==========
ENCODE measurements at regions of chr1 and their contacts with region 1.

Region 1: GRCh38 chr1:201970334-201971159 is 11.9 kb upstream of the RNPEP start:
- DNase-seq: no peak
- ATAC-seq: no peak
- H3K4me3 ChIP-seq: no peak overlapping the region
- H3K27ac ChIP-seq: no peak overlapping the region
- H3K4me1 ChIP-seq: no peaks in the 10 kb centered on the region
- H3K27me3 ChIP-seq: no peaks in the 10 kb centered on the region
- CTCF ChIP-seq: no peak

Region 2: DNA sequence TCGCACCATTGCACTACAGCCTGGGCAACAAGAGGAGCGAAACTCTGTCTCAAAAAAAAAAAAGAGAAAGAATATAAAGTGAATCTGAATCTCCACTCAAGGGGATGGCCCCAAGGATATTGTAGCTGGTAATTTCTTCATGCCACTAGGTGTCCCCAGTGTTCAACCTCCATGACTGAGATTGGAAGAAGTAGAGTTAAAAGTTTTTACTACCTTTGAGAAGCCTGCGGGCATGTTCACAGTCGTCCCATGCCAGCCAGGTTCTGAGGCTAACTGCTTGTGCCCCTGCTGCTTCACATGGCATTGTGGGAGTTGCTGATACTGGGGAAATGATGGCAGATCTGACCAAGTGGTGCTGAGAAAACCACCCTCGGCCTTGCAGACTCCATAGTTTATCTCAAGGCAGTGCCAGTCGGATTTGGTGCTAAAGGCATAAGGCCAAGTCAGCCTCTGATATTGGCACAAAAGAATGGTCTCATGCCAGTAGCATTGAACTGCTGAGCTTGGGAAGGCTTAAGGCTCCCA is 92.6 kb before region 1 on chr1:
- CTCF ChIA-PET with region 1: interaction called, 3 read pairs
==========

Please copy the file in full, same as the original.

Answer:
ENCODE measurements at regions of chr1 and their contacts with region 1.

Region 1: GRCh38 chr1:201970334-201971159 is 11.9 kb upstream of the RNPEP start:
- DNase-seq: no peak
- ATAC-seq: no peak
- H3K4me3 ChIP-seq: no peak overlapping the region
- H3K27ac ChIP-seq: no peak overlapping the region
- H3K4me1 ChIP-seq: no peaks in the 10 kb centered on the region
- H3K27me3 ChIP-seq: no peaks in the 10 kb centered on the region
- CTCF ChIP-seq: no peak

Region 2: DNA sequence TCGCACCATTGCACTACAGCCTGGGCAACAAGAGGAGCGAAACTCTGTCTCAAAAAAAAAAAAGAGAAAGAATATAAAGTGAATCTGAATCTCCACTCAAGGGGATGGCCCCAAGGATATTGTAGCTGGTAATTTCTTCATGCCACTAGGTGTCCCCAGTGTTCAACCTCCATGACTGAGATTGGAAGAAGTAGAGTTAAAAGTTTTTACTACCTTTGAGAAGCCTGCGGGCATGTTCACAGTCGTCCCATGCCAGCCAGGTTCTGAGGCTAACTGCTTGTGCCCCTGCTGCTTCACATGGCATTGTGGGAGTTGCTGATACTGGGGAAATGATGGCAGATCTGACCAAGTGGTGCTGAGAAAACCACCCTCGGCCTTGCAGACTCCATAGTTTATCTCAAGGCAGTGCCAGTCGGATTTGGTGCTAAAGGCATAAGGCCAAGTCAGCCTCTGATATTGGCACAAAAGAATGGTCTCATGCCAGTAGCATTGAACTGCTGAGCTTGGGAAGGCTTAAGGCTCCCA is 92.6 kb before region 1 on chr1:
- CTCF ChIA-PET with region 1: interaction called, 3 read pairs